What Airbnb Will Mean for Cuban Entrepreneurs and American Travelers
|Friday, 3 April 2015|
Op-ed by NFTC Vice President for Global Trade Issues Jake Colvin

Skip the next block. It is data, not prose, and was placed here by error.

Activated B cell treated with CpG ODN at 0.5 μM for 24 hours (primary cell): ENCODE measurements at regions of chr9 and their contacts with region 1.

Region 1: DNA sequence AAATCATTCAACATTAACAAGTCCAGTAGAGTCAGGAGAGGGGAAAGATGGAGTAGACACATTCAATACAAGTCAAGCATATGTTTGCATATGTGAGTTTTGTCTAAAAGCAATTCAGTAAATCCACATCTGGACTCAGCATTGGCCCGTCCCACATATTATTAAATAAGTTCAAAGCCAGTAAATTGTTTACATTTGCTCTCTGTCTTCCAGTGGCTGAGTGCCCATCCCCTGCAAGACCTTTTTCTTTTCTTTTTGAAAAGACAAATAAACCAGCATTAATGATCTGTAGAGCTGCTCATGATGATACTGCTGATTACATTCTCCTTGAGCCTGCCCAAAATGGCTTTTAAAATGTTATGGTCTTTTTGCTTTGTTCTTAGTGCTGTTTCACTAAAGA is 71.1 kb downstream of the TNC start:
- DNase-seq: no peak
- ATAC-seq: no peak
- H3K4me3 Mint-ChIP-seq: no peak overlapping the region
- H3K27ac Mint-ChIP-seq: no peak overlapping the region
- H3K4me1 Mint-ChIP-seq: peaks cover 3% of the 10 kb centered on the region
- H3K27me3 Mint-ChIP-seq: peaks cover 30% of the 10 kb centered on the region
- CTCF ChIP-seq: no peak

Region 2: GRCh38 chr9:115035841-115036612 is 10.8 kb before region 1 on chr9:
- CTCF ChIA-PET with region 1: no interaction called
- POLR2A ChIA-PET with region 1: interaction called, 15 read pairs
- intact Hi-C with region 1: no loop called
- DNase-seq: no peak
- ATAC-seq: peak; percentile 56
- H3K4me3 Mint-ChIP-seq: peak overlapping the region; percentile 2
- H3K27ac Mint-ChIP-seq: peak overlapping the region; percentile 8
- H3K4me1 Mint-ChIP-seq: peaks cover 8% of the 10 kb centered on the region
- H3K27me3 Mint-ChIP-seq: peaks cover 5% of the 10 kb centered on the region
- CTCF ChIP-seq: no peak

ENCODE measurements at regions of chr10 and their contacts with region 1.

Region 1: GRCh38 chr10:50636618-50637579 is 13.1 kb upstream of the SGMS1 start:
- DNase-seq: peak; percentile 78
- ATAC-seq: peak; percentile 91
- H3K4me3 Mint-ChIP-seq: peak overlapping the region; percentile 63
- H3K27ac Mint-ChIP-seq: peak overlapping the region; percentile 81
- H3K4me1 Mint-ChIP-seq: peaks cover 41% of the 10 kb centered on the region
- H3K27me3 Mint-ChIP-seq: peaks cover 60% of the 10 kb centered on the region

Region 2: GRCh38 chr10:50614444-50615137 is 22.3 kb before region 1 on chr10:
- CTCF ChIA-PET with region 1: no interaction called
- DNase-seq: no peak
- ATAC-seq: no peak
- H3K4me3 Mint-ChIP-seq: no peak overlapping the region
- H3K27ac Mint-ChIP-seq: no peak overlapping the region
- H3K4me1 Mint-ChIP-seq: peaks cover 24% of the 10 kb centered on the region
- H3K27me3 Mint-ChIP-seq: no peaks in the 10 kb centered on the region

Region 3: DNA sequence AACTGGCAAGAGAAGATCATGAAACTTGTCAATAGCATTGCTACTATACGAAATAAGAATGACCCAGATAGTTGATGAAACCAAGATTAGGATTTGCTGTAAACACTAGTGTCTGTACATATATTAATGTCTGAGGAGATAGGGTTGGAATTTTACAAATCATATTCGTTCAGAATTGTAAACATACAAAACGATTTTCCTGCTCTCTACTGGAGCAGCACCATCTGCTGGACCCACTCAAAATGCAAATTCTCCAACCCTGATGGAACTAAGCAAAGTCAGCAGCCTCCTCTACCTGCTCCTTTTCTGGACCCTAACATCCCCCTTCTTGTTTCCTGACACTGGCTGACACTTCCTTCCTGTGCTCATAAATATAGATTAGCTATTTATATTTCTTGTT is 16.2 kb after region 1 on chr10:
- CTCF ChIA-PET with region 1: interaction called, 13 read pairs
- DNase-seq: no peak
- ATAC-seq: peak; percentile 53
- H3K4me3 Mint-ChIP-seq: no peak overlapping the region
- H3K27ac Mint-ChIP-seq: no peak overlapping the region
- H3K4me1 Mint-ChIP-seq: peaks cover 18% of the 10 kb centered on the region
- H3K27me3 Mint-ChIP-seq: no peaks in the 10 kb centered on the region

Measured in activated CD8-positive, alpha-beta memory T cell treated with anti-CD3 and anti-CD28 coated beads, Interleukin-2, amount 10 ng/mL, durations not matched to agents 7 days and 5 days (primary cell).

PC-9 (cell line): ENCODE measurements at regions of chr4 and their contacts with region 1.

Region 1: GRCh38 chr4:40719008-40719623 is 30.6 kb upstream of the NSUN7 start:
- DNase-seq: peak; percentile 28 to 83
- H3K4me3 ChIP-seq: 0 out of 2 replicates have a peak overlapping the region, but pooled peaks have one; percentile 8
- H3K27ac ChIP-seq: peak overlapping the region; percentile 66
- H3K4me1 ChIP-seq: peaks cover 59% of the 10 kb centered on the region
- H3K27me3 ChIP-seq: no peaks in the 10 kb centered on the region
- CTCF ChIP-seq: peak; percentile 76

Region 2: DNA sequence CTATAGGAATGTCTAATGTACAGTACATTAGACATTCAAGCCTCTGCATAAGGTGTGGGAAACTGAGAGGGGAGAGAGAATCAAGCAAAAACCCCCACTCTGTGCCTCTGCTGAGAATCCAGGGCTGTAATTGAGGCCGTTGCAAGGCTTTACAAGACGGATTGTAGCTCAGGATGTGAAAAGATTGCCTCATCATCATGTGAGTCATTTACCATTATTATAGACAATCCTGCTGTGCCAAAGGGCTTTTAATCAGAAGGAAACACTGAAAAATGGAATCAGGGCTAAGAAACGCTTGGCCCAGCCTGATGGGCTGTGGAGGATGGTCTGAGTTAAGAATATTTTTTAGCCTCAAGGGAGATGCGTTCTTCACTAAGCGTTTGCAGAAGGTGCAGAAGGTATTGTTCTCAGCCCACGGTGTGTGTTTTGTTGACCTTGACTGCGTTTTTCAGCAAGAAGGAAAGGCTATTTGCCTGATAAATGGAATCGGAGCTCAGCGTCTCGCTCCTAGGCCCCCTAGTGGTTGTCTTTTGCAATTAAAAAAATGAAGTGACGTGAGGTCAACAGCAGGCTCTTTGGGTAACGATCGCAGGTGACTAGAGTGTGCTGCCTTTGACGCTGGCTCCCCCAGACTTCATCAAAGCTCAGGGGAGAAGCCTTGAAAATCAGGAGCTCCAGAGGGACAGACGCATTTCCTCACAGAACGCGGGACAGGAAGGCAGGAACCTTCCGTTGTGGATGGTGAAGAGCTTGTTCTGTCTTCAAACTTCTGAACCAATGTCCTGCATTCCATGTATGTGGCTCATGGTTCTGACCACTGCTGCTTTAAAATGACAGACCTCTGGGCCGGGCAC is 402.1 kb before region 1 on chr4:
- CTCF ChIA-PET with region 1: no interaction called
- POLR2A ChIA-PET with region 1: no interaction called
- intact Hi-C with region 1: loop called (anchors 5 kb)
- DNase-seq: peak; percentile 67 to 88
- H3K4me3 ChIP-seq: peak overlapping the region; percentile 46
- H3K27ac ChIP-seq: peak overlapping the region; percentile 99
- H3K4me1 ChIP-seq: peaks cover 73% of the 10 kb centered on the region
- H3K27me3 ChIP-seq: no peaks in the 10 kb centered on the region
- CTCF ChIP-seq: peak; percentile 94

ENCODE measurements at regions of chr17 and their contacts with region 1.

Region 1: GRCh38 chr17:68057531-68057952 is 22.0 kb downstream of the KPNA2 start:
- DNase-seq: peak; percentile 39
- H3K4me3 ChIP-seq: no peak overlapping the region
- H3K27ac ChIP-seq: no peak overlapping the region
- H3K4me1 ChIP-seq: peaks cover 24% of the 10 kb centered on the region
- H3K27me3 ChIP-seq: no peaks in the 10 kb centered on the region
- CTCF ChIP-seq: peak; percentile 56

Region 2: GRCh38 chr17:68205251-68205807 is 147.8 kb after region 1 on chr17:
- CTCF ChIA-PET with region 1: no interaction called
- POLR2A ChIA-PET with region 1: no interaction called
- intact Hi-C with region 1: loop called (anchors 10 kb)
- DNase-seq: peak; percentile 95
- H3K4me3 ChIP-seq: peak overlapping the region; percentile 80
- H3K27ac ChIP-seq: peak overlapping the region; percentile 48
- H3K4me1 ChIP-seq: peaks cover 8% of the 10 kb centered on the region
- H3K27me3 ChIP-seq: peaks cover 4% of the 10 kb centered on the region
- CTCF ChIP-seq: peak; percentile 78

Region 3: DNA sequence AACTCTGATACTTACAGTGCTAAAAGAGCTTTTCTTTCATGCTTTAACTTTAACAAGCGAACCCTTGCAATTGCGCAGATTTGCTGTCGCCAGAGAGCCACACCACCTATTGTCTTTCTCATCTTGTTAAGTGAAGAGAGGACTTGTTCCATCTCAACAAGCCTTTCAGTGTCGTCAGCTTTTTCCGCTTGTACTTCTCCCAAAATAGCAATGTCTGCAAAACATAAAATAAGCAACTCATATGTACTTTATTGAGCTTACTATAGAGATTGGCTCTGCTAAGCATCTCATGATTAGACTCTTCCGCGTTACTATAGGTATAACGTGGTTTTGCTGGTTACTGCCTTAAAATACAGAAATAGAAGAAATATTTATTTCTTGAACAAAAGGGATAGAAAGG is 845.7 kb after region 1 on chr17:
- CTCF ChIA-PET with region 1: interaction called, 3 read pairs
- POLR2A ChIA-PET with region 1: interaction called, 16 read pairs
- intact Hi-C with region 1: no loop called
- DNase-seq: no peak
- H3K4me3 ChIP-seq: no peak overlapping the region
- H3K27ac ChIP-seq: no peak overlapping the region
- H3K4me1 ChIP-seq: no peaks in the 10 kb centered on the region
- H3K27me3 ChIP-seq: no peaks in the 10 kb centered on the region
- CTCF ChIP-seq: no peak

Excerpt: ... Hospitality industry disruptor Airbnb announced that it would open its platform to Cubans looking to host licensed American travelers, joining the likes of Netflix and the Google Play store in opening its services to the island nation. This is encouraging news for entrepreneurs in Cuba, who have been letting out portions of private residences, or Casa Particulares as they are known, since the late 1990s. These Casa Particulares were one of the very limited private sector activities authorized under Fidel Castro. So Airbnb - which isn't the only online portal to list Casa Particulares in Cuba - is not creating a new business model there so much as elevating the profile of those that already exist to generations of American travelers eager to see the island. It is also good news for Americans who want to visit the island to engage in purposeful travel (tourism is currently still prohibited by an act of Congress). Trip organizers report that demand for accommodations has skyrocketed, and hotels are having trouble meeting requests for rooms spurred by the changes in U.S. policy announced by President Obama in December. Airbnb's services will help grow inventory -- the company now lists over 1,000 available accommodations across the island -- and connect Americans to available rooms.
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